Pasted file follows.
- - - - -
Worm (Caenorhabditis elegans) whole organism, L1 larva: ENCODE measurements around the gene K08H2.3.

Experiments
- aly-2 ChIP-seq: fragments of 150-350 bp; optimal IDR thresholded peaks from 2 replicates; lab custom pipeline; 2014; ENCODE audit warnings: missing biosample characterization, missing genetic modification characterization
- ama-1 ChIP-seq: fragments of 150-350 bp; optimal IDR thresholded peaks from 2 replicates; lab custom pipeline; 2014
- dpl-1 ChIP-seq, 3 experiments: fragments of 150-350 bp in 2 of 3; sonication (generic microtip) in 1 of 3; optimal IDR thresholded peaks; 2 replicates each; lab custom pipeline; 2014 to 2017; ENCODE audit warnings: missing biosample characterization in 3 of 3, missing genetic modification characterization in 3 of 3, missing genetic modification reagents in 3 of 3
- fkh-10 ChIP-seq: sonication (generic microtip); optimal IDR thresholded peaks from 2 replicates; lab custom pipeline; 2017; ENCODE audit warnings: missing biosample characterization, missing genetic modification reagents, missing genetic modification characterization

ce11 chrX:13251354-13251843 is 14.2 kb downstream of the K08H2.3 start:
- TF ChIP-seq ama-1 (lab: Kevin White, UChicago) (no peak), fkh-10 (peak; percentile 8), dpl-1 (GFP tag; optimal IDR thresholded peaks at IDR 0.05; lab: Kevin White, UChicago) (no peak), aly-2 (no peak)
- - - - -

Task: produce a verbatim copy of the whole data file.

Worm (Caenorhabditis elegans) whole organism, L1 larva: ENCODE measurements around the gene K08H2.3.

Experiments
- aly-2 ChIP-seq: fragments of 150-350 bp; optimal IDR thresholded peaks from 2 replicates; lab custom pipeline; 2014; ENCODE audit warnings: missing biosample characterization, missing genetic modification characterization
- ama-1 ChIP-seq: fragments of 150-350 bp; optimal IDR thresholded peaks from 2 replicates; lab custom pipeline; 2014
- dpl-1 ChIP-seq, 3 experiments: fragments of 150-350 bp in 2 of 3; sonication (generic microtip) in 1 of 3; optimal IDR thresholded peaks; 2 replicates each; lab custom pipeline; 2014 to 2017; ENCODE audit warnings: missing biosample characterization in 3 of 3, missing genetic modification characterization in 3 of 3, missing genetic modification reagents in 3 of 3
- fkh-10 ChIP-seq: sonication (generic microtip); optimal IDR thresholded peaks from 2 replicates; lab custom pipeline; 2017; ENCODE audit warnings: missing biosample characterization, missing genetic modification reagents, missing genetic modification characterization

ce11 chrX:13251354-13251843 is 14.2 kb downstream of the K08H2.3 start:
- TF ChIP-seq ama-1 (lab: Kevin White, UChicago) (no peak), fkh-10 (peak; percentile 8), dpl-1 (GFP tag; optimal IDR thresholded peaks at IDR 0.05; lab: Kevin White, UChicago) (no peak), aly-2 (no peak)